The façade restoration of an aluminum-clad office building in Sleepy Hollow, NY, was honored with a first-place finish in the 2021 CoatingsPro Magazine Contractor Award for excellence in the field of high-performance commercial and industrial coatings.
The award in the Specialty Projects category was presented at the CORROSION 2021 Virtual Conference & Expo, sponsored by the Association for Materials Protection and Performance (AMPP), a new organization formed by the merger of NACE International and The Society for Protective Coatings (SSPC).
Stuart Dean Company, a national Certified Applicator of NeverFade Coating Systems, conducted the five-month restoration of 40,000 square feet of exterior aluminum panels on the “1 Rockwood” building using NeverFade Exterior Restoration Coatings with Kynar Aquatec from APV Engineered Coatings.
“The aluminum panels had been previously field-painted with an acrylic polyurethane,” said Chris Incorvaia, National manager of Façade Restoration, Stuart Dean Company. “That previous coating had degraded significantly due to UV exposure and weathering.”
NeverFade Coatings were an ideal choice for the project, he said, because they can be used on previously painted surfaces.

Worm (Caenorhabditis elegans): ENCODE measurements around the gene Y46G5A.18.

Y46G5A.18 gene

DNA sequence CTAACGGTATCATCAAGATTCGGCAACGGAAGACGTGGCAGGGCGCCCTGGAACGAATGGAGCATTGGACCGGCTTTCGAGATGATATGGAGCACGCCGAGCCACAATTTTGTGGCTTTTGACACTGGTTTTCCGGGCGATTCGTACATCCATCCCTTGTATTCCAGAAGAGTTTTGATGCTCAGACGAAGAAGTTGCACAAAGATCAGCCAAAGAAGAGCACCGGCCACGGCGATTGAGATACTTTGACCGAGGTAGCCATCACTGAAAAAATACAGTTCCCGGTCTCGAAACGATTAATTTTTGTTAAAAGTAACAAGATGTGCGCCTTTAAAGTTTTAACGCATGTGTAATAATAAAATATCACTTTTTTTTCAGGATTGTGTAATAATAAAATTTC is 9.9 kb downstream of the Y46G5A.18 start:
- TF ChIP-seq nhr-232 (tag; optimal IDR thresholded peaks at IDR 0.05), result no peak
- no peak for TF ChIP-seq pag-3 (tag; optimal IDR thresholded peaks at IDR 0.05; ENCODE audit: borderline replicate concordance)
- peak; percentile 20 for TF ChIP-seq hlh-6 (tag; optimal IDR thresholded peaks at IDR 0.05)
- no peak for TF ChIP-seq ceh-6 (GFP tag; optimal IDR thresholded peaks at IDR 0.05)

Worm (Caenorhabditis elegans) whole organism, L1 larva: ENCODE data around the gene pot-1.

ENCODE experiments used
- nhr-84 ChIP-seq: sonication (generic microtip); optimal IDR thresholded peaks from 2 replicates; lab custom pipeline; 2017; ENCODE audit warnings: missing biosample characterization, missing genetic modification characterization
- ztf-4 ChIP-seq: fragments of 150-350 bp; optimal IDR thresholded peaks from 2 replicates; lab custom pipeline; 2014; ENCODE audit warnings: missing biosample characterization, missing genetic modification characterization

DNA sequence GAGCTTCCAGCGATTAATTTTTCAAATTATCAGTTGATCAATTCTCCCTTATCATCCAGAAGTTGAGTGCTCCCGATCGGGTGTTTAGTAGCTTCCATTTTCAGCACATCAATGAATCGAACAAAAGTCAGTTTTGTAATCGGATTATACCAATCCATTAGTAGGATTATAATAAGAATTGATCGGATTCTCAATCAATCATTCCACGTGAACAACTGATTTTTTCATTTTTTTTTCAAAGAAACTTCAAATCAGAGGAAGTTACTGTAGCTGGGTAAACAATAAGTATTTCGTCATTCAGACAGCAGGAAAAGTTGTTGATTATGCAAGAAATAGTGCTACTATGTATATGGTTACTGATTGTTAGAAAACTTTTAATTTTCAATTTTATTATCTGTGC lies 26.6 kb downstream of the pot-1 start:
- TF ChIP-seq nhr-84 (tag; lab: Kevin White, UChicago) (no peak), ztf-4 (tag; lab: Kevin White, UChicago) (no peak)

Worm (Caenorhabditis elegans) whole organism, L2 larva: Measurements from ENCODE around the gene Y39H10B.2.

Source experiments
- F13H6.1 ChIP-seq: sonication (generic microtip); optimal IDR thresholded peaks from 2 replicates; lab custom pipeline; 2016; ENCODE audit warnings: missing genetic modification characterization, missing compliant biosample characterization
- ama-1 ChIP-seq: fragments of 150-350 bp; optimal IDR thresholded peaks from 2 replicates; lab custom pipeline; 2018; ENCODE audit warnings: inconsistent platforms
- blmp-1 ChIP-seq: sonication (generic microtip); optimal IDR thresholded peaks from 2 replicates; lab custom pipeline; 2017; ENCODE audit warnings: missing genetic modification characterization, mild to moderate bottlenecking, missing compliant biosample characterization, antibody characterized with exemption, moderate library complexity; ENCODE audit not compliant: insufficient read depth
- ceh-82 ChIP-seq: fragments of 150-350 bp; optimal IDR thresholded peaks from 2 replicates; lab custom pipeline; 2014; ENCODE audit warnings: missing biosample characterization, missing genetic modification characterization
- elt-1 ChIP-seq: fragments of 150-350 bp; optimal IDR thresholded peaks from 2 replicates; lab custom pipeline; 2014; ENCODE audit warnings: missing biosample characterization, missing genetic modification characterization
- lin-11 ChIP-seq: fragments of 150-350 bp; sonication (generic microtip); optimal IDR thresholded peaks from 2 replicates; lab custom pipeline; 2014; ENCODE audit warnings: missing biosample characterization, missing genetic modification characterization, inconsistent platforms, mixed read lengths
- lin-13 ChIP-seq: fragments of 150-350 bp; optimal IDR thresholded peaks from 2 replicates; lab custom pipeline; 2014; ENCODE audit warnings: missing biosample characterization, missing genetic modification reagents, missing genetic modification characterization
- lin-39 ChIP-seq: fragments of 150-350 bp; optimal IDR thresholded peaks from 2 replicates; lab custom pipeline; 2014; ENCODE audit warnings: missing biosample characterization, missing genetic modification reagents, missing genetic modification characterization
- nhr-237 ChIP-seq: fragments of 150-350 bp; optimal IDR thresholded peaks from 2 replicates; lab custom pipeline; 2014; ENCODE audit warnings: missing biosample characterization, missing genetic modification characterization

NeverFade is a premium, weather-resistant coating that can be easily applied to a variety of substrates. It meets the same requirements of factory coatings using American Architectural Manufacturers Association, Publication No. AAMA 2605-13. The coatings contain Kynar Aquatec, a water-based PVDF resin that does not need to be baked, making it ideal for air-dry, field-applied coatings.
“The advanced, water-based and low-VOC chemistry provides early water resistance, protects against corrosion and applies with a smooth, uniform finish, delivering optimum aesthetics to the coating system,” said Erin Neff, director of marketing and Business Development, APV Engineered Coatings.
Neff added that high-performance coatings are critical for white exterior surfaces, especially in damp environments like the Regeneron building.
“When traditional latexes and urethanes break down under harsh UV rays, the paint film degrades, turning chalky, and eventually erodes away,” she said. “That chalkiness is not always noticeable up against the white surface, but paint is losing its protective qualities. A chalked surface also becomes a food source for mold and mildew growth and makes conditions ripe for dirt collection.”
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